Module Leader

Dr Mazdak Ghajari

Dr Shayan Sharifi
s.sharifi@imperial.ac.uk

In FEA, in a hands-on environment, students learn how to use one of the most versatile computational modelling techniques, the FEA, to model complicated mechanical systems, predict their performance and even optimise the design by making informed alterations. The modules includes an experimental lab, where students put their predictions into a test and reflect on their models based on experimental observations. The topics that we cover range from failure of static structures to fatigue, buckling and vibrations.               

Learning Outcomes

On completion of this module, students will be better able to:

  •   Predict mechanical response of structures under loading
  •   Troubleshoot finite element models and simulations
  •   Assess the accuracy of finite element simulation results          

 

Description of Content

Truss elements:
  Nodes and degrees of freedom
  Stiffness matrix (local and global)
  FEM equilibrium equation
  Boundary conditions
  Forces
  Singular stiffness matrix
Beam elements:
  Nodes and degrees of freedom
  FEM equilibrium equation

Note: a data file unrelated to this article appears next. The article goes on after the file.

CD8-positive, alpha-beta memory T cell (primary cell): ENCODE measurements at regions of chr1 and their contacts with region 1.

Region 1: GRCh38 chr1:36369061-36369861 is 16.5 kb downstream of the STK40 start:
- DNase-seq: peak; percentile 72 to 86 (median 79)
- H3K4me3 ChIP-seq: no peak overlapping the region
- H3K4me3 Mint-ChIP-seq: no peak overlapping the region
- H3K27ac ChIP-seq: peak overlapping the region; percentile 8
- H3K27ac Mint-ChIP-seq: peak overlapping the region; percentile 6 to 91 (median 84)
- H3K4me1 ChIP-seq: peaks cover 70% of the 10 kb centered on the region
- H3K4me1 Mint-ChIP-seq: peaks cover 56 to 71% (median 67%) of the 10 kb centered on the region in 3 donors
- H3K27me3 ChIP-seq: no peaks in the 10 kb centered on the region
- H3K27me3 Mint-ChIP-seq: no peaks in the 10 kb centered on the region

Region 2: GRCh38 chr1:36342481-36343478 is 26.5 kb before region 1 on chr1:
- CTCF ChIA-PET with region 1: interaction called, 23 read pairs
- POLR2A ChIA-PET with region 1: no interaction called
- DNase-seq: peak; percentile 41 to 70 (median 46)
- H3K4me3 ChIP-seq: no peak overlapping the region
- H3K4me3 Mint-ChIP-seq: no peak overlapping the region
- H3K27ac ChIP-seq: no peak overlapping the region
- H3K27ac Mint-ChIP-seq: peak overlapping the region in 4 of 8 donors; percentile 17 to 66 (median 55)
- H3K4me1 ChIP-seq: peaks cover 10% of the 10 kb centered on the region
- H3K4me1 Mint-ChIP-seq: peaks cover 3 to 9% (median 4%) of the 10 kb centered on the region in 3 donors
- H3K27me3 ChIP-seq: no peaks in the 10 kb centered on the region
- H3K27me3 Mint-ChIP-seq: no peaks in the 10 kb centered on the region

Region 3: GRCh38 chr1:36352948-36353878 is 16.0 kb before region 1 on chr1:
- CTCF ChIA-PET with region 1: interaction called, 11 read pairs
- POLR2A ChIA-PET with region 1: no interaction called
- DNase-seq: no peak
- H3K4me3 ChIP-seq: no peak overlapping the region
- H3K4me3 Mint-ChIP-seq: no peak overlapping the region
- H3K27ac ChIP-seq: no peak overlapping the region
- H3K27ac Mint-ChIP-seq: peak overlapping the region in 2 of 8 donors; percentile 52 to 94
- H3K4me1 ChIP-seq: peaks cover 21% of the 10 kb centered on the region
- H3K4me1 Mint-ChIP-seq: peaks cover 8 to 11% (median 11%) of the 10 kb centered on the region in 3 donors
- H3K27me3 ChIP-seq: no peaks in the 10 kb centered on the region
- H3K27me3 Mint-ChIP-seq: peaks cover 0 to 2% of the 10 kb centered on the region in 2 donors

Boundary conditions
  Forces
  Singular stiffness matrix
  Symmetry
Buckling:
  Critical load
  Mode Shapes
  FEA approach to buckling
Solid elements:
  Nodes and degrees of freedom
  Parent elements
  Shape functions
  Isoparametric elements
  Jacobian matrix
  Negative volume
  Symmetry
Failure analysis:
  Failure theories
  Fatigue
  Safety factor
  Life cycle

 

Module Highlight

Bucatini Water Tower Challenge

Bucatini Water Tower Challenge

Published on 01 March 2017

Our second year Design Engineering students were challenged to design a water tower constructed with an undisclosed biodegradable material for economical construction in the developing world.

Following their finite element analysis and simulation of their design, the students were set a final, surprise challenge: to build a scale model using their secret biodegradable material, bucatini pasta strands. The models were then destructively tested and assessed against their simulations.